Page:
The Drowsy Chaperone

26814982_10155410248071859_8992390018830785394_nCMU Drama’s production of The Drowsy Chaperone is a high-energy fun-filled spoof of American musicals from the 1920s. It was created initially as a performance piece in 1997 for the stag party of two actual Canadian actors, Bob Martin and Janet van de Graaff, and made its way to Broadway in 2006.

The show opens in darkness with a man, Man in Chair (Jordan Blake Plutzer), who discusses his love for musical theatre as well as his dislikes of the genre.  As the lights slowly come up, the man is seated in his chair. He is isolated but surrounded by bookshelves of cast recordings (vinyl of course) and small desk center stage. We have been invited in to listen to one of his favorite shows; the (fictional) 1928 hit The Drowsy Chaperone, a show that he dearly loves, and yet has never seen! As he drops the needle, the fully realized production unfolds before our eyes, in his tiny apartment.

The first number, in the best tradition of musical theatre, tells us all we need to know about the characters and the plot. Dashing oil tycoon Robert Martin (Kevin William Paul) and Broadway star Janet Van De Graaff (Kate Margalite) are getting married today. She is to give up her career and adoring fans for married life.  We meet Mrs. Tottendale (Megan Forester), the absent-minded aging hostess and her loyal butler known only as Underling (Eric Wiegand). Robert’s best man, George (Christian Strange) serves as the wedding planner. Broadway producer Feldzieg (Christopher J. Essex) hopes to persuade Janet to forgo marriage and continue starring in his Follies.  Ditzy flapper Kitty (Myha’la Herrold) hopes to take Janet’s place in the Follies and in Feldzieg’s heart.  As a bonus we are introduced to two gangsters disguised as pastry chefs Jimmy Brewer and Kyle Decker) they are insurance to convince Feldzieg to keep Janet in the Follies.  Janet’s alcoholic Chaperone (Chantelle Guido) is supposed to keep her away from Robert until the wedding. Self-proclaimed famed Latin lover Aldolpho (Chase Del Rey) and Trix (Jada Mayo), the aviatrix round out the cast.

As the album plays, Man in Chair frequently lifts the needle, which freezes the action and provides him the opportunity to express his opinions about the story, music, actors, and life in general as he slowly reveals his inner self to us.

28235463_10155517867886859_5259603412506615804_oIf you’re following along here, by now you are asking, how does this work? There is a Broadway Musical in his apartment? It is Theatre Magic my friends, and there is no better magician than Director / Choreographer Marcia Milgrom Dodge. Her credits read like a history of the top musicals at the best theatre companies from Broadway to Kennedy Center to regionals and universities. Set Designer Chen-Wei Liao places the man in the chair at the center of a stylistically painted record on the stage floor; the apartment portion occupies the label portion, the exact center of this imaginary universe. Liao design places the record label on a lift, creating a variety of environments for the “actors†to circulate the Man in Chair and for him to weave in and out of the imaginary action which explodes across the stage of CMU’s Phillip Chosky Theatre.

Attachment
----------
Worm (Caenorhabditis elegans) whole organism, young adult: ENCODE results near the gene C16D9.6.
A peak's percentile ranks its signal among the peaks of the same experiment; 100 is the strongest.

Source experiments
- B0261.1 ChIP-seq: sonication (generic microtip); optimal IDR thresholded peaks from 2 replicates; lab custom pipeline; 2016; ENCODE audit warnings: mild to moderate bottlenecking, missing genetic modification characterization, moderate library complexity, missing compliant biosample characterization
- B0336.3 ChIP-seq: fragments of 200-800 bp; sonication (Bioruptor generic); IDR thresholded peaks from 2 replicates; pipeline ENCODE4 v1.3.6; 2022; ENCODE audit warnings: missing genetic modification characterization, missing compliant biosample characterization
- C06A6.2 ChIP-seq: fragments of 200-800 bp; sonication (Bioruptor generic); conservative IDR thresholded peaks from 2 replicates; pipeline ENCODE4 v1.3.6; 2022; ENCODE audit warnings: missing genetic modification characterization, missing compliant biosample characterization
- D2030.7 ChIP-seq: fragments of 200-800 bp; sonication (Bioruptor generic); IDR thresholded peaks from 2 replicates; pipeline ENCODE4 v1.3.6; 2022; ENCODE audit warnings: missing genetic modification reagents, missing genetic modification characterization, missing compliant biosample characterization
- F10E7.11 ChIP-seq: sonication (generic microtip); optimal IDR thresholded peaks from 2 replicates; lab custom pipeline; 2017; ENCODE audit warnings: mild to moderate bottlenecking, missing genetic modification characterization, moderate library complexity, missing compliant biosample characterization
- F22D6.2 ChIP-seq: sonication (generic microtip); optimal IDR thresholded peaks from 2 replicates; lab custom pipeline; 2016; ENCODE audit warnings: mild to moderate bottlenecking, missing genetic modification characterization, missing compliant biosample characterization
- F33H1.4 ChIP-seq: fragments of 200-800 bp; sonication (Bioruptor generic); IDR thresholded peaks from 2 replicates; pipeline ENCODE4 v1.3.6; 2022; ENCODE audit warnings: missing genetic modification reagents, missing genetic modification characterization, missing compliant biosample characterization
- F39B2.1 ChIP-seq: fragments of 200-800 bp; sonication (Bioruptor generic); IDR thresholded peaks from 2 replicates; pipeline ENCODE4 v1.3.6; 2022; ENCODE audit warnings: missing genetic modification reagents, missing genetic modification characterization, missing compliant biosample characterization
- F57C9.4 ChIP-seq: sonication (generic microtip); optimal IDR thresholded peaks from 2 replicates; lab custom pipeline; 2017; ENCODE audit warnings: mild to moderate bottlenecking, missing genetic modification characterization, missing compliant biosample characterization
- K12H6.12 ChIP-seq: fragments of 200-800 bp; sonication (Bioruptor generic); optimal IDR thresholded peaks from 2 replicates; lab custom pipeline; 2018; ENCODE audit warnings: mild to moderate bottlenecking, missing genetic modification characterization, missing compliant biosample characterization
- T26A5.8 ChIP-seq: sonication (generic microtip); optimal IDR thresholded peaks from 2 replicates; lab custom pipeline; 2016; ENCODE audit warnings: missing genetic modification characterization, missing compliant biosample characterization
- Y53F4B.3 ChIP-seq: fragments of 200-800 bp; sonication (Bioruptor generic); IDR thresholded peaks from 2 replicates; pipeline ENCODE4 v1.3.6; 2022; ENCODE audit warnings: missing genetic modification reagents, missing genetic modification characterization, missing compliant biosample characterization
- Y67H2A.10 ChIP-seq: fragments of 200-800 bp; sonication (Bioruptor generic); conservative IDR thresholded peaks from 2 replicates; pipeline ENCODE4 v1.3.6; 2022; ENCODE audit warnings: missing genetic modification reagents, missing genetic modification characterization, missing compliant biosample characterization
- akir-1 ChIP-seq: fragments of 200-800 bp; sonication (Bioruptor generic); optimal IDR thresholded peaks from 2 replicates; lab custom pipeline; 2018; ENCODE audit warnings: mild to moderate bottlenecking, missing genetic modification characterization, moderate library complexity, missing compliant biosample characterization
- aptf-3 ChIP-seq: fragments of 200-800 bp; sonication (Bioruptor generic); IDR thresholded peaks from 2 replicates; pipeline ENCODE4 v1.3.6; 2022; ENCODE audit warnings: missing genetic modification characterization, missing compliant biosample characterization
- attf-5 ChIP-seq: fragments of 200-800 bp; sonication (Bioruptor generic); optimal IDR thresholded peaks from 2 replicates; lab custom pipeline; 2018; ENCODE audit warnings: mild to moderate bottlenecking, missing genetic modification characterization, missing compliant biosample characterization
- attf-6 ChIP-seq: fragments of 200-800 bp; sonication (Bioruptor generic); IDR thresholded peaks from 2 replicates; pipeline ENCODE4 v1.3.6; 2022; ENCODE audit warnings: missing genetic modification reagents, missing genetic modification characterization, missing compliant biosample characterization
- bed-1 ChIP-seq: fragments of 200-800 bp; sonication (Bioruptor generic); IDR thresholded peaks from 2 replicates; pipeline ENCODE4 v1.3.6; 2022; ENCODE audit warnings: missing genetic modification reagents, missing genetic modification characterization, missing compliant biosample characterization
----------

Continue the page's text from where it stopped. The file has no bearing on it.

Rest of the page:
Part of what makes this production The Drowsy Chaperone so enjoyable, besides the sheer camp silliness of the musical is the way Dodge seamlessly integrates it all together. The pacing flows from scene to scene, number to number, but never drags.  (The Man in Chair comments on the similarity of the conventions of pornography to those of musical theatre, it’s all about holding your attention between the “production†numbers.)

The CMU students provide Dodge a great talent pool to work with, and she brings out the best of each of them along with assistance from veteran Musical Director Thomas W. Douglas. The voices are vibrant; the dance steps sophisticated and well executed. The characters, correct to the period, are zany, almost slapstick in nature. The actors comedic timing consistently hits its mark. There are extra funny bits from the two Pastry Chefs and the confused Adolpho. Paul’s Robert Martin is the smiling not-too-bright super-star actor we all know. Forster’s semi-senile Mrs. Tottendale’s expressions pair well with the exasperated comic straight man Underling. Margalite’s Janet has those unbelievable leg extensions required of every Broadway leading lady along with an excellent voice for good measure.

Gina Cercone’s Costume Design authentically captures the sophistication of the 20’s while offsetting Man in Chair’s pajama-clad quirky character.

Yiran Zhang’s Sound Design is sublime and never overpowers. Thomas W. Douglas’ thirteen-piece orchestra envelops the voices without overwhelming them.

CMU’s The Drowsy Chaperone is pure entertainment taking “you to another world, and it gives you a little tune to carry in your head for when you’re feeling blue…â€

The Drowsy Chaperone at Purnell Center of the Arts, Carnegie Mellon University with Music and Lyrics by Lisa Lambert and Greg Morrison, Book by Bob Martin and Don McKellar. Directed and Choreographed by Marcia Milgrom Dodge.  Performances run February 22nd to March 3rd. For tickets visit http://drama.cmu.edu/box-office/drowsy-chaperone/

Thanks to CMU Drama for the complimentary tickets.

Photo by YIjun Yang



Categories: Archived Reviews

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